The FATF as per the MER urged the UAE given its status as one of the leading international global and financial centers to impose obligations on DNFBs as it is facing major risks as of it’s important presence in financial, economic, corporate and trade activities and its status as one of the leading countries in oil, diamond and gold exports, and given its location geographically between countries that pose elevated threat in addition to its free zones both financial and commercial.
Article 3 of Cabinet Resolution No. (10) of 2019 Concerning the Implementation of the AML Law (Implementing Regulations) defines DNFBs and their scope of activity.
As per the implementing regulations activities involving DNFBs encompass:
- The sale and purchase of real estate
- Dealers in precious metals and precious stones
- Trust and company service providers
- Accounting service providers and lawyers
FIs and DNFBs are two distinct actors each vested with different scope of activities, yet they share certain similarities, the principal is that they both carry out financial transactions for the benefit of their clients and the following is usually used to not shed the light on the real end beneficiaries or the real source of the funds.
DNFBs can be used a tool to facilitate money-laundering, financing of terrorism and illegal organizations and overall result in negative repercussions in the financial system on an international level and encourage the persistence of financial crimes. For instance, a DNFB actor such as precious stones dealers could possibly participate in money laundering by conducting a transaction that involves the sale of precious stones to a criminal who has acquired his funds illicitly.
As the following poses great risks in the combat against financial crimes, the UAE took the necessary measures to counter such activities.
Obligations posed on DNFBs in Emirati Law:
The Circular has extended the application of the Federal AML Law No. (20) 2018 and its executive regulations on DNFBs.However, the most crucial obligation that DNFBs must abide to is the reporting of any suspicious transactions (STR) to competent supervisory authorities for the latter to detect any potential risks and implement effective preventive measures accordingly. The following however does not apply to professions that are needed to legally respect confidentiality such as lawyers and notaries.
The Decree-Law as well lists several other obligations of DNFBs and FIs:
a) Identify the crime risks within its scope of work as well as continuously assess, document, and update such assessment based on the various risk factors established in the Implementing Regulation of this Decree-Law and maintain a risk identification and assessment analysis with its supporting data to be provided to the Supervisory Authority upon request.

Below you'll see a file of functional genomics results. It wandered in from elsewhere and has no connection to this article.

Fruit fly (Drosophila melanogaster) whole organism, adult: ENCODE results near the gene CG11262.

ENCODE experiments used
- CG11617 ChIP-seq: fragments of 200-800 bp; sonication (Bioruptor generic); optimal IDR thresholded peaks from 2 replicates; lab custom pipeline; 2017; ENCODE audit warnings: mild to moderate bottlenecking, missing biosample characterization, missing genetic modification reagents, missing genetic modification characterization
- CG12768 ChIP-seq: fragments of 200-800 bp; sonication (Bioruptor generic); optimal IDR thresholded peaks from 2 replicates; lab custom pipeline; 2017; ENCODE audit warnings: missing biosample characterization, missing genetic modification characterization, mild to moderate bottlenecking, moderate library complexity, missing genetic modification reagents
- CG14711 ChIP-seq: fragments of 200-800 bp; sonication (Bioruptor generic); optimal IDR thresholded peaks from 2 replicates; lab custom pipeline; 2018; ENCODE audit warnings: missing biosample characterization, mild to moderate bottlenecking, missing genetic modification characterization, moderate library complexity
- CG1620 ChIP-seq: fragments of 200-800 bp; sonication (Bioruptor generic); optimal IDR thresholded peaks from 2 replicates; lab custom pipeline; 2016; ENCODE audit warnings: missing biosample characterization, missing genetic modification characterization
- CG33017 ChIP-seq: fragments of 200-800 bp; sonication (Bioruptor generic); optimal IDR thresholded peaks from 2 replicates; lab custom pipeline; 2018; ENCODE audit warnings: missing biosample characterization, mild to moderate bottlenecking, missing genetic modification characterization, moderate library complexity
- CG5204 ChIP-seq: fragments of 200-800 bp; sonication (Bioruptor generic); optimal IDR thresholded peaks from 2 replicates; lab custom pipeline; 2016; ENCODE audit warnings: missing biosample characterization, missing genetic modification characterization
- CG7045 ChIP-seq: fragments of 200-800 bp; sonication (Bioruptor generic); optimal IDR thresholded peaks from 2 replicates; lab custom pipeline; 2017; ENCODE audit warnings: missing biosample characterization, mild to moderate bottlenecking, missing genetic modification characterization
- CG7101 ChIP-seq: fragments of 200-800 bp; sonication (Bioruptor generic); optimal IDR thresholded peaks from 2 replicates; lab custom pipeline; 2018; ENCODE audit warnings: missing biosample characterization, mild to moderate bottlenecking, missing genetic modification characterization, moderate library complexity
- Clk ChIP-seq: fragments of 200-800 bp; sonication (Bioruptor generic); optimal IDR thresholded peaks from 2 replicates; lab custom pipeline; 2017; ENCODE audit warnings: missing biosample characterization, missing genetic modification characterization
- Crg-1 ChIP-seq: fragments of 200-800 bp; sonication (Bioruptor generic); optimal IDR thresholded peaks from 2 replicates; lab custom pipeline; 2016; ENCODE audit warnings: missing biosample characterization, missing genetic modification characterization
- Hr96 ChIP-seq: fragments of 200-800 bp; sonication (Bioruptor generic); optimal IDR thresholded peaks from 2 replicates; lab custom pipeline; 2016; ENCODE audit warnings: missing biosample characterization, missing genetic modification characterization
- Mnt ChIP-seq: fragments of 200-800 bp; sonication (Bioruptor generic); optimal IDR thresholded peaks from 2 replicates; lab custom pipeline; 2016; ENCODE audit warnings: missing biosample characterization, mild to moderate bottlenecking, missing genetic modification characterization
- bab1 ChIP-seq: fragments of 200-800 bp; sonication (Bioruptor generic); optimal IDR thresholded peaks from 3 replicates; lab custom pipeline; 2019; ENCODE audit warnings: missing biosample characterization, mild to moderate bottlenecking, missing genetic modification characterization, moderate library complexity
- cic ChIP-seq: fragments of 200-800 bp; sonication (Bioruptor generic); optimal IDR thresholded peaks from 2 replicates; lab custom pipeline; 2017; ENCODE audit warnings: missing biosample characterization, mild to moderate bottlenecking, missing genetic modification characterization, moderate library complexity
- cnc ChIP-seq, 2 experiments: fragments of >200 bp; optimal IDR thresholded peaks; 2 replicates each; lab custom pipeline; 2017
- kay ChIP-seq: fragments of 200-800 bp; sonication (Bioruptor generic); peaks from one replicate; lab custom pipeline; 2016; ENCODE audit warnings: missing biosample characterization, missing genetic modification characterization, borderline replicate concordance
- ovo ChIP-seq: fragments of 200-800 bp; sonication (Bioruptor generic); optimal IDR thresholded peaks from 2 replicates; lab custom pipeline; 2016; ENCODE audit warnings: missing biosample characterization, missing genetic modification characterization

b) Take the necessary due diligence measures and procedures and define their scope, taking into account thevarious risk factors and the results of the national risk assessment and retain the records received during the implementation of this process. The Implementing Regulation of the present Decree-Law shall specify. the cases in which such procedures and measures are applied, and the conditions for deferring the completion of customer or real beneficiary identity verification.
c) Refrain from opening or conducting any financial or commercial transaction under an anonymous or fictitious name or by pseudonym or number and maintaining a relationship or providing any services to it.
d) Develop internal policies, controls and procedures approved by senior management to enable them to manage the risks identified and mitigate them, and to review and update them continuously, and apply this to all subsidiaries and affiliates in which they hold a majority stake; the Implementing Regulations of this. Decree-Law shall specify what should be included in said policies, controls and procedures.
e) Prompt application of the directives when issued by the competent authorities in the state for implementing the decisions issued by the UN Security Council under Chapter (7) of UN Convention for the Prohibition and Suppression of the Financing of Terrorism and Proliferation of weapons of mass destruction, and other related directives. Maintain all records, documents, and data for all transactions, whether local or international, and make this information available to the competent authorities promptly upon request, as stipulated in the Implementing. Regulation of this Decree-Law.
g) Any other obligations stipulated in the Implementing Regulation of this Decree-Law.
Penalties in case of breach FIs and DNFBs of their obligations
As per the Decree-Law FIs and DNFBs are subjected to the following in case of breach to their legal obligations:
1- The Supervisory authority shall impose the following administrative penalties on the financial institutions, designated nonfinancial businesses and professions and non-profit organisations in case they violate the present Decree-Law and its Implementing Regulation:
b) administrative penalties of no less than AED 50,000 (fifty thousand dirham) and no more than AED 5,000,000 (five million dirham) for each violation.
c) Banning the violator from working in the sector related to the violation for the period determined by the supervisory authority.
d) Constraining the powers of the Board of Directors, supervisory or executive management members, managers or owners who are proven to be responsible of the violation including the appointment of temporary inspector.
e) Suspending Managers, Board of Directors, and supervisory and executive management members who are proven to be responsible of the violation for a period to be determined by the Supervisory Authority or request their removal.
f) Suspend or restrict the activity or the profession for a period to be determined by the supervisory authority
g) Cancel the License.